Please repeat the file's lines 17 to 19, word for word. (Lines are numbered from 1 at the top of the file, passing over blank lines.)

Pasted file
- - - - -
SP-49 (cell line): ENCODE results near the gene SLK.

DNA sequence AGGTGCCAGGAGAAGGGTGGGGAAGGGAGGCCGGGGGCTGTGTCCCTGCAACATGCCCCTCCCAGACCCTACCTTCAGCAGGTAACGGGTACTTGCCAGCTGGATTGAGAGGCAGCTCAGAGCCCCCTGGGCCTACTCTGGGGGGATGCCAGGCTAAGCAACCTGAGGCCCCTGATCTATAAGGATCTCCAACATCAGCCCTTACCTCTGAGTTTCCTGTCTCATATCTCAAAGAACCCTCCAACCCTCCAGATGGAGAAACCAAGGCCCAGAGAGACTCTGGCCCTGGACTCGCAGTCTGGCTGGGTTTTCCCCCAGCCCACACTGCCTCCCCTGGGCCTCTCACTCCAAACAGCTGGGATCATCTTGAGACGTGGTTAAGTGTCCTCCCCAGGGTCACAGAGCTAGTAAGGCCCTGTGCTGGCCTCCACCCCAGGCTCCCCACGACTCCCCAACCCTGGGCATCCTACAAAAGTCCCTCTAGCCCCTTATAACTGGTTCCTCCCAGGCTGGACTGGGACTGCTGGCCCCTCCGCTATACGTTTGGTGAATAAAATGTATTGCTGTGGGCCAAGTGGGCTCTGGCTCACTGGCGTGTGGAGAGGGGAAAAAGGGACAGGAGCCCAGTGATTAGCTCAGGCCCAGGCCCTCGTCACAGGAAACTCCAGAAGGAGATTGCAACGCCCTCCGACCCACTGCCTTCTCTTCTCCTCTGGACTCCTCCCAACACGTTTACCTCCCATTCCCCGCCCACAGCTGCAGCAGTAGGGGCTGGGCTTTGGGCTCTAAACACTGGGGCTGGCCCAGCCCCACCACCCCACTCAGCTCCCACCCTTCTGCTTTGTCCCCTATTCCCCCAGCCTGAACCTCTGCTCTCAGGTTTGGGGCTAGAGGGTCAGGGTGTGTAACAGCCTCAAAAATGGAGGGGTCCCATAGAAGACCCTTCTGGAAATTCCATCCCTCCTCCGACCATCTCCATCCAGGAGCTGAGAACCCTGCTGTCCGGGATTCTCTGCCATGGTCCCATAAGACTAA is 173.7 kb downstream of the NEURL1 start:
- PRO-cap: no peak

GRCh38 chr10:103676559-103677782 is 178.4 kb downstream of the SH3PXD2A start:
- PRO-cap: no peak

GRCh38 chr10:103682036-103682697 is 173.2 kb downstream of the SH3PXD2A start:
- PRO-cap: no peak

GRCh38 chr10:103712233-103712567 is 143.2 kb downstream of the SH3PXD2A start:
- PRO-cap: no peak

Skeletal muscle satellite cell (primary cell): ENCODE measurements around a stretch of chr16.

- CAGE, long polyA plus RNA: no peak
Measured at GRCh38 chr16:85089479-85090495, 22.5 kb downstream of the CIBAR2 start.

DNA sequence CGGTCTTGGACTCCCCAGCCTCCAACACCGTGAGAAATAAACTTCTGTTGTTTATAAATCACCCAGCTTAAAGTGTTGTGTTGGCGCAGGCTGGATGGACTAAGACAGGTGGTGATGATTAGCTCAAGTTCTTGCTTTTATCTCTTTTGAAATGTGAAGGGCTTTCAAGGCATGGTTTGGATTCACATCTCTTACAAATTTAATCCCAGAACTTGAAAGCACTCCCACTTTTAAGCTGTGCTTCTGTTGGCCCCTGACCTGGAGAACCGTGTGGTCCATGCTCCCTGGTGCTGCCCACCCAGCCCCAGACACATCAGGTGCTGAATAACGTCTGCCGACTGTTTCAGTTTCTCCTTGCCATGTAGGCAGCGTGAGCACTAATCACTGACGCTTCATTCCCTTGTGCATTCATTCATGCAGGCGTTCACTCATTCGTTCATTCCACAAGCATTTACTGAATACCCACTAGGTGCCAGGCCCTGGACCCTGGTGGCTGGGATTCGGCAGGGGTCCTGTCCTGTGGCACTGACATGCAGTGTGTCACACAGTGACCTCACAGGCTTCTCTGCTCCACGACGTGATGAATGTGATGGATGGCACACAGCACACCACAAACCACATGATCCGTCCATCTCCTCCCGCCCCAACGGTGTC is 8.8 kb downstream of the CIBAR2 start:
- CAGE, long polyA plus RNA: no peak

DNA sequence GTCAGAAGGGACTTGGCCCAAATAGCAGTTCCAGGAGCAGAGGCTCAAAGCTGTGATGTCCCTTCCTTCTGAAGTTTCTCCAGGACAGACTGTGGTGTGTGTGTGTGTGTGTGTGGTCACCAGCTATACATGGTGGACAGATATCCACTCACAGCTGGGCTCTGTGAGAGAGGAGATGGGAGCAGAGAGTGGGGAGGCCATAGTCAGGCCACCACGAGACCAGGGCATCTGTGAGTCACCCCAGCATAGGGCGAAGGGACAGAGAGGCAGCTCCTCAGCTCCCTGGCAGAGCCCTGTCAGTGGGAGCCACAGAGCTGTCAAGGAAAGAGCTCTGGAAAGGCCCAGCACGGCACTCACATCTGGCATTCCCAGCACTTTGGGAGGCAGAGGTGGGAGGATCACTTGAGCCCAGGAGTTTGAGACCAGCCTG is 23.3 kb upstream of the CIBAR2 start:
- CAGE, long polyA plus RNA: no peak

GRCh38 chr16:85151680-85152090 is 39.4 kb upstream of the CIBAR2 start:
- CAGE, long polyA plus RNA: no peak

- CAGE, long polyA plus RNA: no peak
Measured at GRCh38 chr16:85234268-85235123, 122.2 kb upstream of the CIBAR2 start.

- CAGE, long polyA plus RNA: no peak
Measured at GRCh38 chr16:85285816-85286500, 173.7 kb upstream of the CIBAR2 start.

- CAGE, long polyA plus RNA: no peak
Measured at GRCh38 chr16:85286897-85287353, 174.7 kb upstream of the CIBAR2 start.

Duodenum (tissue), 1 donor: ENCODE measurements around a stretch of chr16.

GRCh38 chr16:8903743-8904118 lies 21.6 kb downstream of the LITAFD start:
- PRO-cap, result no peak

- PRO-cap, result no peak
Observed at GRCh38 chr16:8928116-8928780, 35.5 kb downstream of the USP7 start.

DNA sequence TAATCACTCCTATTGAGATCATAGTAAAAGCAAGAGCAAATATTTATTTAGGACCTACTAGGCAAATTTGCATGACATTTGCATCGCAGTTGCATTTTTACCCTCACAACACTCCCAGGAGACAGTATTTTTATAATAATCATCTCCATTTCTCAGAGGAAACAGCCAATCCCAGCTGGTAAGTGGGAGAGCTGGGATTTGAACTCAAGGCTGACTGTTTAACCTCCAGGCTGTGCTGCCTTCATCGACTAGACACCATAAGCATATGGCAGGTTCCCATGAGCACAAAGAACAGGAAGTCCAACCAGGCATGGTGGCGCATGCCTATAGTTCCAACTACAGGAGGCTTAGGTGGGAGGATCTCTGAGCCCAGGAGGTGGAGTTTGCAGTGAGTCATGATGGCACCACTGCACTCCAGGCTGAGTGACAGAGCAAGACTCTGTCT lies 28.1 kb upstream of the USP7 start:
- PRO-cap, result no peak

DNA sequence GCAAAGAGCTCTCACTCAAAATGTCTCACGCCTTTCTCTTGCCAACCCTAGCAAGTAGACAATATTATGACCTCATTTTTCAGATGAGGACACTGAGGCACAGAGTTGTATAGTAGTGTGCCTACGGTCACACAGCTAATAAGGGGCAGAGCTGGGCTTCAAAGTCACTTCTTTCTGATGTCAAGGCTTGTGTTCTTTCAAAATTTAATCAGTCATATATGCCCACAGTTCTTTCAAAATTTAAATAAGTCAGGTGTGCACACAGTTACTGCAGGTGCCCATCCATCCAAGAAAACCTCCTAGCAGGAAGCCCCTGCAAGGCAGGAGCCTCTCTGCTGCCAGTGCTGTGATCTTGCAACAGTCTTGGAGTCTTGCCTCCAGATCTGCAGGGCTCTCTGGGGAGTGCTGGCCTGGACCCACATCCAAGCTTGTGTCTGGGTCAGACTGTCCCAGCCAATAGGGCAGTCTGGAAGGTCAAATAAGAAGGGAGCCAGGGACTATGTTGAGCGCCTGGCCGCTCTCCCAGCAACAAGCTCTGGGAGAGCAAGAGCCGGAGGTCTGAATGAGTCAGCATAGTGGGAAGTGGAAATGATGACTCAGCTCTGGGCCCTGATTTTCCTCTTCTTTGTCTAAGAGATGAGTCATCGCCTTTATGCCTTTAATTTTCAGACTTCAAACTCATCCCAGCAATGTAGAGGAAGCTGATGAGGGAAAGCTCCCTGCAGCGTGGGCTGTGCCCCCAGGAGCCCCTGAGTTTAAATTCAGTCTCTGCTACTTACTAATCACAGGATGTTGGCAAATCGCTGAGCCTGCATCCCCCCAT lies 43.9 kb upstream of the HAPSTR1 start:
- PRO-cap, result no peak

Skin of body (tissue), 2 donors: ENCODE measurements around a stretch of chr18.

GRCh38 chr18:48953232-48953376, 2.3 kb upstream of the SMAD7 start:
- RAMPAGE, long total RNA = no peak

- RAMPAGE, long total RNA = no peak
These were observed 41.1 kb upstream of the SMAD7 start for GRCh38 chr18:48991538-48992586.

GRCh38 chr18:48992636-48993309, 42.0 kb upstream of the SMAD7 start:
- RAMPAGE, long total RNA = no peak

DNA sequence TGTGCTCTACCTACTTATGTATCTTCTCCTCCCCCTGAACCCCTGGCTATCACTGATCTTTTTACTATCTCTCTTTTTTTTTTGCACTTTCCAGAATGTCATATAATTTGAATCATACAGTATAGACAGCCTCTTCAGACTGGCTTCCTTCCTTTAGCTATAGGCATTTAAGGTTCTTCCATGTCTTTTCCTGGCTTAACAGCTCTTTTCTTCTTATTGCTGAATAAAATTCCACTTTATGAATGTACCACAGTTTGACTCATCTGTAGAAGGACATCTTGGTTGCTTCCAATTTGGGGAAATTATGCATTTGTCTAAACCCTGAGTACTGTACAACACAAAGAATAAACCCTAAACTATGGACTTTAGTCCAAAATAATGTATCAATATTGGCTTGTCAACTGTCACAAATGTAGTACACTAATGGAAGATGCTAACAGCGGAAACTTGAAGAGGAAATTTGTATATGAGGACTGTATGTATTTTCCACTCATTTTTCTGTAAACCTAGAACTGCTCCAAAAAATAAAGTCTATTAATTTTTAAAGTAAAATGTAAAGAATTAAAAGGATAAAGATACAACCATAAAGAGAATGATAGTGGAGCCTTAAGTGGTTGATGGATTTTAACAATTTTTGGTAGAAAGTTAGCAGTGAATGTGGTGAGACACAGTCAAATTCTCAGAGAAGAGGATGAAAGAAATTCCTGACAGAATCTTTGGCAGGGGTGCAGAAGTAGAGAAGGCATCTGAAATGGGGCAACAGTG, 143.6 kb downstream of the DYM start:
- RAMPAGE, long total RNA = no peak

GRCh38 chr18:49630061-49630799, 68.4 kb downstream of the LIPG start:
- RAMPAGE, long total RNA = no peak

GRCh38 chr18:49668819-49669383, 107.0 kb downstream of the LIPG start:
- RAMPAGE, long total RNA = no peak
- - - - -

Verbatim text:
GRCh38 chr16:85151680-85152090 is 39.4 kb upstream of the CIBAR2 start:
- CAGE, long polyA plus RNA: no peak

- CAGE, long polyA plus RNA: no peak